What is Mutiple Myeloma ?
Multiple myeloma is often referred to simply as myeloma. It is a type of cancer that starts in the plasma cells of the bone marrow. These are protein-making cells which normally make all of the different kinds of proteins that comprise the antibodies of the immune system. In multiple myeloma, the plasma cells undergo what is referred to as a malignant transformation and thereby become cancerous. These myeloma cells stop making different forms of protein in response to the immune system’s needs and instead start to produce a single abnormal type of protein referred to as a monoclonal or M protein. Multiple myeloma plasma cell populations accumulate and these collections of cells called plasmacytomas can erode the hard outer shell or cortex of the bone that normally surrounds the marrow. These weakened bones show thinning of the bone such as is seen in nonmalignant osteoporosis or what appear to be punched out or lytic bone lesions. These lesions may cause pain and fractures of the bones so damaged.
What causes multiple myeloma?
What triggers plasma cells to become malignant in multiple myeloma is not known.
What are multiple myeloma symptoms and signs?
The following is a list symptoms and signs of multiple myeloma:
- Nerve damage
- Enlarged tongue (macroglossia)
- Bone tenderness or pain
- Weakness or tiredness
- Pathologic bone fractures
- Back pain
- Spinal Cord Compression
- Kidney failure and/or damage
- Loss of appetite and weight loss
- Leg swelling
How do health-care professionals diagnose multiple myeloma?
- In many patients, multiple myeloma is first suspected when a routine blood test shows an abnormal amount of protein in the bloodstream or an unusual stickiness of red blood cells causing them to stack up almost like coins in a pattern called rouleaux, an unusual formation for red blood cells.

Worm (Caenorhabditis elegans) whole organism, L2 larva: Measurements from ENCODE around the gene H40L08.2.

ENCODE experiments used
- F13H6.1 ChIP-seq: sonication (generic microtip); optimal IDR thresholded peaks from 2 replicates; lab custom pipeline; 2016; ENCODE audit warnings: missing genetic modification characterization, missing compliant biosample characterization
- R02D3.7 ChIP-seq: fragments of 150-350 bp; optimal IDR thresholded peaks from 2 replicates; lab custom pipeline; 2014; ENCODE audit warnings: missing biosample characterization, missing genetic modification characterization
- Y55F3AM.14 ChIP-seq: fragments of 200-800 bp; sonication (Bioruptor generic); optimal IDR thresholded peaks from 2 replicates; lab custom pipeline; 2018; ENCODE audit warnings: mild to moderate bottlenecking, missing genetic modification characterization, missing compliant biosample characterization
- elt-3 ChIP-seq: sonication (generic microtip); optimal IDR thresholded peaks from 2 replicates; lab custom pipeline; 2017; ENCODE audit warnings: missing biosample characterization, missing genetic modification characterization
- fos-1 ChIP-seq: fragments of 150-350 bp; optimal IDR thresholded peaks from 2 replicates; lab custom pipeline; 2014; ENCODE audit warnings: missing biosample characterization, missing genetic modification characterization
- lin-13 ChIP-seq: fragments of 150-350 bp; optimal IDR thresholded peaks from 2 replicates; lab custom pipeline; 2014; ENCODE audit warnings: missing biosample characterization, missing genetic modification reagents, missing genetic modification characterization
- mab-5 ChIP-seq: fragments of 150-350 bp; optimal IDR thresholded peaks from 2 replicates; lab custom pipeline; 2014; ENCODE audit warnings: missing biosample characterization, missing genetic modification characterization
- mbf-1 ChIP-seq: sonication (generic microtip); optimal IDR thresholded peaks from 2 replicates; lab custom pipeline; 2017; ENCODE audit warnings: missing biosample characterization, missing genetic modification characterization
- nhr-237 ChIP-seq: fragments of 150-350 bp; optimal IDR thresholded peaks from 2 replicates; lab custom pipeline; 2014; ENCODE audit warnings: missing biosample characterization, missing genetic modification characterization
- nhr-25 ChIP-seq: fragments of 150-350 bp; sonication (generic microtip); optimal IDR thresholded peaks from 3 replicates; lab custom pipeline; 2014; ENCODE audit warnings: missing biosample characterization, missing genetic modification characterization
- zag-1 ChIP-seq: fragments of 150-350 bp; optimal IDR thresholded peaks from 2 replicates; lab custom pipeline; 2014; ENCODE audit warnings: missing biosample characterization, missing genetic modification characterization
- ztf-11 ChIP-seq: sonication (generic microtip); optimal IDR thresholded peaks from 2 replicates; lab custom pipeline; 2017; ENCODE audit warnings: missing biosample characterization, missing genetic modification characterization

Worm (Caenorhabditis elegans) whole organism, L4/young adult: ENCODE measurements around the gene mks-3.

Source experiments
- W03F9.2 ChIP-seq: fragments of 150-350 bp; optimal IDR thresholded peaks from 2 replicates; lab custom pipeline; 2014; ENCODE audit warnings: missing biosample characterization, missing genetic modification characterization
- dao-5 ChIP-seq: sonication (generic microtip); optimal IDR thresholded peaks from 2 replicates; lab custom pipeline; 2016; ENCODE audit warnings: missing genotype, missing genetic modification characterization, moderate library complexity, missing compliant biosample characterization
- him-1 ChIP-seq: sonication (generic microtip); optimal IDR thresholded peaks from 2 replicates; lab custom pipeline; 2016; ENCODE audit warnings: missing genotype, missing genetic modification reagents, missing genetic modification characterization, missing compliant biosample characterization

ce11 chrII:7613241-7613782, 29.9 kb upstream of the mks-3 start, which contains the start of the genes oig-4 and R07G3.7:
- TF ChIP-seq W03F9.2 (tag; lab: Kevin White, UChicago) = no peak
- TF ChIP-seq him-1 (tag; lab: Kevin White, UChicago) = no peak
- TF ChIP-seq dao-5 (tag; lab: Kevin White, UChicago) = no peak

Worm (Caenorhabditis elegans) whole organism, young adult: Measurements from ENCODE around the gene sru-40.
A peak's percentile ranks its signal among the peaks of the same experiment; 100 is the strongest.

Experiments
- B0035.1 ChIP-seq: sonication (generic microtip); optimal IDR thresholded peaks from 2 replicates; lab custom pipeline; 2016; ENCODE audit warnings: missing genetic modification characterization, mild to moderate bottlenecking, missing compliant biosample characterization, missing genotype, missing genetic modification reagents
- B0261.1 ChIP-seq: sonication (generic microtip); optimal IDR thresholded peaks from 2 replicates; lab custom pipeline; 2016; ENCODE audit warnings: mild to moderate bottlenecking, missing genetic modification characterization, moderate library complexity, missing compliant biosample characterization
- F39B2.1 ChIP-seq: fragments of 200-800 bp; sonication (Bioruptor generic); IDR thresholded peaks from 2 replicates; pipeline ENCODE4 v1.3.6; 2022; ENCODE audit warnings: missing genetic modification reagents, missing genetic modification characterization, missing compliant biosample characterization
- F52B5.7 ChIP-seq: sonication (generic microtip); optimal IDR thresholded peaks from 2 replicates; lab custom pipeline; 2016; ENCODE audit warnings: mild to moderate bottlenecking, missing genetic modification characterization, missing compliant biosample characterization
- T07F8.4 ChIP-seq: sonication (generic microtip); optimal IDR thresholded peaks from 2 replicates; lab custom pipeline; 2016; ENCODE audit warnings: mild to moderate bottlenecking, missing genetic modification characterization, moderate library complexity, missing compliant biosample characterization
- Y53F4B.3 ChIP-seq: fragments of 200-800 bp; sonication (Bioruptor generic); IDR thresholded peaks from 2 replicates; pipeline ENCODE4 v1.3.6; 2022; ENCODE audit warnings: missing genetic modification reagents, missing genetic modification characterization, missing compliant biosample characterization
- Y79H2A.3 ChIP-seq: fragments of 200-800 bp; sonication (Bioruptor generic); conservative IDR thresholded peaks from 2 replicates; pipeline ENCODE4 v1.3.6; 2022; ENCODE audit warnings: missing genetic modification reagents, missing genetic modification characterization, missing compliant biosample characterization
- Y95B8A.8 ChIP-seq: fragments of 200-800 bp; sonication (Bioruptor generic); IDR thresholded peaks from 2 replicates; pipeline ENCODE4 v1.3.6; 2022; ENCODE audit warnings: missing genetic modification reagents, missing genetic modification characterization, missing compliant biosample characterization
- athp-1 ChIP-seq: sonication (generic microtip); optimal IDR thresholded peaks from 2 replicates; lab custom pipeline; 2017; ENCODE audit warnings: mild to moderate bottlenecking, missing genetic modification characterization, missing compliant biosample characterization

- The doctor will do a history and physical exam, looking for signs and symptoms of multiple myeloma. If multiple myeloma is suspected, several studies help confirm the diagnosis.
- A Bone marrow aspiration and biopsy is most commonly done from the large bones of the pelvis to confirm the diagnosis. Cells obtained from the marrow are studied by a pathologist to determine if there are abnormal types or numbers of cells. A sample of the bone marrow aspirate is also studied for more detailed characteristics such as the presence or absence of abnormal numbers or types of chromosomes by what is called cytogenetic testing. Other molecular testing may be done on the marrow sample as well. The bone marrow biopsy can assess the concentrations of cells in the marrow and the presence of abnormal invasive growth of cellular elements
- Blood testing and urine testing by several methods can determine levels and types of abnormal protein produced. This is called as M protein. It is measured at diagnosis and during follow up to see the response to treatment.
- Most clinicians will use X-ray studies to identify skeletal lesions and MRI for spinal, paraspinal, or spinal cord lesions in multiple myeloma. In addition, several routine tests (CBC, sedimentation rate, BUN, C-reactive protein, Serum free light chain ratio, Immunofixation electrophoresis etc.) are also done.
How is multiple myeloma treated?
The treatment for multiple myeloma may include:
- Chemotherapy and other drugs
- Stem cell transplant
It is important to discuss all of your treatment options, including their goals and possible side effects, with your doctors to help make the decision that best fits your needs.